After we were all well fed we set off on the last stage to St Beat, gently rolling and fast, I pushed my worries to the back of my mind by riding faster and faster. The skinny tyres gave me enough of an edge to leave the others behind except for William who resolutely stuck on my back wheel, slipstreaming. I wanted to get to the campsite as fast as possible so I could find the hospital phone number and hear if Bridget was OK. Swinging into St Beat I grabbed a beer with the others and then got the campsite owner to get me the hospital number, but just then my mobile rang and it was John. As I'd expected the hospital were going to keep Bridget in for the night as she'd been knocked out. They'd taken the bikes on the ambulance and I wasn't to worry about the gear as they had all that (as if). We talked about where and when they would rejoin, and he'd been in touch with Kate at our home.

Over the next few days this was the constant theme, the possibility of rejoining, the fact that she was out of hospital the next day. All in all not ideal and very disappointing, but nothing very serious, and all 'in-hand' because John was on the spot. It meant that though they we never far from my thoughts I could afford to relax about them and concentrate on getting the rest of the group over the mountains in one piece. Though it sounds callous I'm really glad that we never found out the seriousness of the situation until our return to Biarritz. When we met 10 days later Bridget was obviously still very shaky and John traumatized. For a couple who'd been so much part of the group, had raised so much money, and were obviously going to find the ride great fun, it was a tragedy.

There was another worry. John had said that he though that Bridget had lost control because the bike had developed a speed wobble and then she had braked in a panic, and with the powerful brakes fitted, gone over the handlebars. Speed wobbles are the bane of bicycle design, an uncontrolled shaking when the bike hits a resonance frequency. Various things can trigger it off, but generally it is caused by a whippy frame on a very heavily loaded bike. The 'BB Specials' had been in our fleet all season without problems, Bridget was on the smallest and thus stiffest frame and carrying far less weight both bodily and in gear than some, and yet none of them had had the slightest shimmy. My guess was that she may have been caught out by the camber of the road, French roads tend to slope steeply on the edge, and it would have been the right-hand curb rather than the left she would have been used to. Thus she may have run down the camber, corrected, gone down the camber again and sort of built up a wobble. It was a theory but not a very satisfactory one. In the next few days heavier riders would be coming off mountains at up to 80 kph, if one lost control the results could easily prove fatal.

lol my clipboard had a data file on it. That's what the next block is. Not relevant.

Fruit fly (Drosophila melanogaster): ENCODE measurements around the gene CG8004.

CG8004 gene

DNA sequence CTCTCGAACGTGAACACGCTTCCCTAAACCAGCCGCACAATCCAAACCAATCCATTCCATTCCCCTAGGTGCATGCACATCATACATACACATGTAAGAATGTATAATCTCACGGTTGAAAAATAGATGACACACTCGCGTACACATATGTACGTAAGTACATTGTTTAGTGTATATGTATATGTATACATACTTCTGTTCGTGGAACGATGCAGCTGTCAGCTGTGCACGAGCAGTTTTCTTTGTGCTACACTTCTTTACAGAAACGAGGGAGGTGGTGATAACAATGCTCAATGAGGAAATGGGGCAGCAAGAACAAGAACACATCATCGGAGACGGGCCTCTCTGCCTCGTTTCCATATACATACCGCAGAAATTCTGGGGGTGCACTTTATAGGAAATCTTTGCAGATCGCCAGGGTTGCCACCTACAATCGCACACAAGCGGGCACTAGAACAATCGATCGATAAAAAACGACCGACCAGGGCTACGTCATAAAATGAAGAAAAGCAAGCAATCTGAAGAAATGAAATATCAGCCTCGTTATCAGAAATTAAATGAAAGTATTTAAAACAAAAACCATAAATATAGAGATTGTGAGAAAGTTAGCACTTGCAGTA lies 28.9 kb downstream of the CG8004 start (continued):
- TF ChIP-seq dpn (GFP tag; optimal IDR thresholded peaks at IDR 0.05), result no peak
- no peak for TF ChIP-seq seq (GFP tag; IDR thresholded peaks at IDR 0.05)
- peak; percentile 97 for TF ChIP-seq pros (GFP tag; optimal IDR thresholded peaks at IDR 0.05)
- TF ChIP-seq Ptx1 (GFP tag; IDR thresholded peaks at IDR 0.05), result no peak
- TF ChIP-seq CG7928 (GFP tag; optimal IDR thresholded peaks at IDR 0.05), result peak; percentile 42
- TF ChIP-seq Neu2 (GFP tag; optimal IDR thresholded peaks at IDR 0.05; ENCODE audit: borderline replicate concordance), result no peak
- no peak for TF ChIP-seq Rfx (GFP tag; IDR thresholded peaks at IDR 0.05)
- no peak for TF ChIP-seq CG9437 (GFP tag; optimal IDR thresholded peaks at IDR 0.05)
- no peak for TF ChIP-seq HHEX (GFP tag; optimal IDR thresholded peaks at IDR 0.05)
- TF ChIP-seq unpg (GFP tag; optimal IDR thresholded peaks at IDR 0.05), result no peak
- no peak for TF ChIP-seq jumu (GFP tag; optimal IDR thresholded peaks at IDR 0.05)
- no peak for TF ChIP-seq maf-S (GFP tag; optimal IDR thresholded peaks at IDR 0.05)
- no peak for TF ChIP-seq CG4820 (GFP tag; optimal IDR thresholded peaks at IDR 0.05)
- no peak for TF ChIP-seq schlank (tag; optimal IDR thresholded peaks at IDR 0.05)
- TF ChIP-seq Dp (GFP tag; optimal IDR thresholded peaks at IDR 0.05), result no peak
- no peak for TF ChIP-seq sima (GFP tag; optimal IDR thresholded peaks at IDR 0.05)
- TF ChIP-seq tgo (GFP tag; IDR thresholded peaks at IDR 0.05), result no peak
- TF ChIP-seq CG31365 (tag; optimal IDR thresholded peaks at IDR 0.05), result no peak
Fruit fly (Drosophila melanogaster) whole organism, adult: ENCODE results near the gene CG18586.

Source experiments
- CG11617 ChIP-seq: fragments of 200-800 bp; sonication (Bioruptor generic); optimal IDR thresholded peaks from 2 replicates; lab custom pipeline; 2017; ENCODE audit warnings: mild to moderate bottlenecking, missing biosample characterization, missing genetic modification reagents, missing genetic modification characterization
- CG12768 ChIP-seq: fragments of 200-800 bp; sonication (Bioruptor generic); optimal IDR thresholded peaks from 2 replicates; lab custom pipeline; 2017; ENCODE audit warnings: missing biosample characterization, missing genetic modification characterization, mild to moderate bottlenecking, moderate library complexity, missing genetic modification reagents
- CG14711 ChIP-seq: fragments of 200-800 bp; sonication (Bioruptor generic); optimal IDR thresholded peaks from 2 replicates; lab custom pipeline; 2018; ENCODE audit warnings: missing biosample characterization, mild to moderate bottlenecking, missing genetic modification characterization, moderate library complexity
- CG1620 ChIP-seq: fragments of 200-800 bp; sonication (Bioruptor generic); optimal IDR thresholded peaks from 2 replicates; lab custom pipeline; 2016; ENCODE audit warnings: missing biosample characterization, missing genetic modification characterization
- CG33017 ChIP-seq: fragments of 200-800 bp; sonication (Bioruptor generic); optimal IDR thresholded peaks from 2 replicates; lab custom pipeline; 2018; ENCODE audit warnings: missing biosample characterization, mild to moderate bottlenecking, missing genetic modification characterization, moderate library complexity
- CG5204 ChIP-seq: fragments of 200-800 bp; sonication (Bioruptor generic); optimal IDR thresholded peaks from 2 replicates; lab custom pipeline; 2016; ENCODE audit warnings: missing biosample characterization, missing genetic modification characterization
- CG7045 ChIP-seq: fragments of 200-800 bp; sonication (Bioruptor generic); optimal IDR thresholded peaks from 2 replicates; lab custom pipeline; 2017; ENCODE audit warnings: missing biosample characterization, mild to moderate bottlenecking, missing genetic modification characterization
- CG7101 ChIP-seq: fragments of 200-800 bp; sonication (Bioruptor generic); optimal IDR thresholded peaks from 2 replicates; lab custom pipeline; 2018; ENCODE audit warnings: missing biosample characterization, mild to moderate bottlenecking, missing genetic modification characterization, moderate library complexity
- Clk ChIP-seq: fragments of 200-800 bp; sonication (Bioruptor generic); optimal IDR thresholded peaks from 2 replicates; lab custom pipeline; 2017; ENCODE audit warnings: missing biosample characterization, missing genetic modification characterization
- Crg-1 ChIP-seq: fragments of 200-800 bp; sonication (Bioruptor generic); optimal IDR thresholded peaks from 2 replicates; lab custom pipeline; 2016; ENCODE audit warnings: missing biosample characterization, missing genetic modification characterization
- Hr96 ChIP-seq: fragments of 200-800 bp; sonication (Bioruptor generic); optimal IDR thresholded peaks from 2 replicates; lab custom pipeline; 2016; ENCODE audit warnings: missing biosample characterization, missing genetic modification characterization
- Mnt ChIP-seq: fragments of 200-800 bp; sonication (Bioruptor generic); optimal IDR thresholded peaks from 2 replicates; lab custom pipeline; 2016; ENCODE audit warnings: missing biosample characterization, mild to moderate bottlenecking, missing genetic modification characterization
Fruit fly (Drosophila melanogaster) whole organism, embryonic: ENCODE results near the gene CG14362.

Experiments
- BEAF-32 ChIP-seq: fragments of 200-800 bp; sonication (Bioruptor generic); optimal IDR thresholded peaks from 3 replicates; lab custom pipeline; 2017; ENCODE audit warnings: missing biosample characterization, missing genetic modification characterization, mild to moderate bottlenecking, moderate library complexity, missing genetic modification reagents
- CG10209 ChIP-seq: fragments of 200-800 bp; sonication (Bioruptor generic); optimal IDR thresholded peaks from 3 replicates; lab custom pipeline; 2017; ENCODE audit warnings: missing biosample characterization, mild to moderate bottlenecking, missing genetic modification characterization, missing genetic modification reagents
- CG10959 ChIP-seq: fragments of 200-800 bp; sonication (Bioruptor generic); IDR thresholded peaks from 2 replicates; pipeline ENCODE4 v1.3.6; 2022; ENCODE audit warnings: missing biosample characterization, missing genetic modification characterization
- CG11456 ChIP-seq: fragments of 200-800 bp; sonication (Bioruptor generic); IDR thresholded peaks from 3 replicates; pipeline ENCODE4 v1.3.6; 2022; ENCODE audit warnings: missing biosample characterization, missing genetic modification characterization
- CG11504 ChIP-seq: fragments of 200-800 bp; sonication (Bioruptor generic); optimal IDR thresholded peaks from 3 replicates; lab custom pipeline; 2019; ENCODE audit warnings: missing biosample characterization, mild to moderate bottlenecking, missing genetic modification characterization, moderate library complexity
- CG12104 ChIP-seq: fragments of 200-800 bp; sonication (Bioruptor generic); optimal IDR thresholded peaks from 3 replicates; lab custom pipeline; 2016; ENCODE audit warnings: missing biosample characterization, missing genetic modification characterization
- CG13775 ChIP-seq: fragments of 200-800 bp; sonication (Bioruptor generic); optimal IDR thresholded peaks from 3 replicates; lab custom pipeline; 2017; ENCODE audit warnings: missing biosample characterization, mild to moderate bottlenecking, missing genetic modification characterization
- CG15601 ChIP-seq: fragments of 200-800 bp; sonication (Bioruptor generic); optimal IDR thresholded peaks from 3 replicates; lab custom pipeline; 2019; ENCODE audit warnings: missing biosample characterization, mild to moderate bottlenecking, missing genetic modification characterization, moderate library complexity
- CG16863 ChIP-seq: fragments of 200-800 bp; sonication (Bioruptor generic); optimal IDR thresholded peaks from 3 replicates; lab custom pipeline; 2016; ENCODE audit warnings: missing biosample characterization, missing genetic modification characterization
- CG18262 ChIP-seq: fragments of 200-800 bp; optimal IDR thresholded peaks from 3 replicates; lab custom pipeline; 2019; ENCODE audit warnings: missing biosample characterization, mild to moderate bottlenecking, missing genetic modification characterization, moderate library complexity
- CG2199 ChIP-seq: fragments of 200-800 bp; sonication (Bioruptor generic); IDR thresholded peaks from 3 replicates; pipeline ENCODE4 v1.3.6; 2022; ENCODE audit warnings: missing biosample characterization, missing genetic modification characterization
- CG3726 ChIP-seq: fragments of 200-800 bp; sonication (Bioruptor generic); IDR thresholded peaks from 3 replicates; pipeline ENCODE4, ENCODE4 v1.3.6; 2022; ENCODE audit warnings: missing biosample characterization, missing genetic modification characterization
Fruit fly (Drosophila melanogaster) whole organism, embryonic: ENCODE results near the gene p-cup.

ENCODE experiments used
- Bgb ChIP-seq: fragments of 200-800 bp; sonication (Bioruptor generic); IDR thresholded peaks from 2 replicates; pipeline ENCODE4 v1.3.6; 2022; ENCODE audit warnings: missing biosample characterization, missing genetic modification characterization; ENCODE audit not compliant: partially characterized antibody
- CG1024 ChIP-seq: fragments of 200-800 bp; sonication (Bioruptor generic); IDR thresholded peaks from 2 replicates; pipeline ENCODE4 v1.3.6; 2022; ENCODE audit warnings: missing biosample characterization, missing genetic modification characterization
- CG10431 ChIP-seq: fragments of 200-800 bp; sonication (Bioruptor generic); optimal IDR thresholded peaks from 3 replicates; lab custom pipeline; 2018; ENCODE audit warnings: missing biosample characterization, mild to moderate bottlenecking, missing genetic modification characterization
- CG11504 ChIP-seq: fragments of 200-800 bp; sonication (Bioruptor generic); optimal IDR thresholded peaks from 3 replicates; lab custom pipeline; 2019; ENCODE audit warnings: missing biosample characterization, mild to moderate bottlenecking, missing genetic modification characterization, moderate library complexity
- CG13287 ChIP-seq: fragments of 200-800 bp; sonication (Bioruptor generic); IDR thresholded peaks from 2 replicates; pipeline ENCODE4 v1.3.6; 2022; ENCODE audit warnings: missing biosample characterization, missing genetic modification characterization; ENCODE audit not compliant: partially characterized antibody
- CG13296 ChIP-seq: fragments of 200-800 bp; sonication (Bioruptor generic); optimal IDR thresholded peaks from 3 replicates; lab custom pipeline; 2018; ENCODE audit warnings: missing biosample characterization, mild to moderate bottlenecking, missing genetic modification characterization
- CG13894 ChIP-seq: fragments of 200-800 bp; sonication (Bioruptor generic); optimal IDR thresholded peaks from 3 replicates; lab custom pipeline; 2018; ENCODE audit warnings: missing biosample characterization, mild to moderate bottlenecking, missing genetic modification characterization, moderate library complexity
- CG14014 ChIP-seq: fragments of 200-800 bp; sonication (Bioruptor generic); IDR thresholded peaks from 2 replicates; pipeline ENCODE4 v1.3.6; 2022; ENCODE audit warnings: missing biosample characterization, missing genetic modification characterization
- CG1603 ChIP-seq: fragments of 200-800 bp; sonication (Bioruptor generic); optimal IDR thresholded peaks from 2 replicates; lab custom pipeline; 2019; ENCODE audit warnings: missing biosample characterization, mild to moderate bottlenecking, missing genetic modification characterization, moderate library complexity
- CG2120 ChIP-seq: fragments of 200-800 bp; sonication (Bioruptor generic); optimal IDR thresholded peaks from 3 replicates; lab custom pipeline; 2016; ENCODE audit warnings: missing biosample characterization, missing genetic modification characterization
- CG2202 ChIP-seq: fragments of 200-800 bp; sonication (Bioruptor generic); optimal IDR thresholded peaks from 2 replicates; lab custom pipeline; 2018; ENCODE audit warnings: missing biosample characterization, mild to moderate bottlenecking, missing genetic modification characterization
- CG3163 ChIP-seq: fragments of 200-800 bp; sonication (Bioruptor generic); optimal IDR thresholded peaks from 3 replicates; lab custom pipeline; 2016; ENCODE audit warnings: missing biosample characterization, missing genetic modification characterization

That night I sneakily borrowed a 'BB Special' and tried to provoke a shake - they were stiff as farm gates, but it was still no guarantee. Over the next couple of cols my confidence in the design returned but until then I waited at the bottom of each col with some trepidation.

That evening we ate in camp - I forget what, but I had a lot on my mind...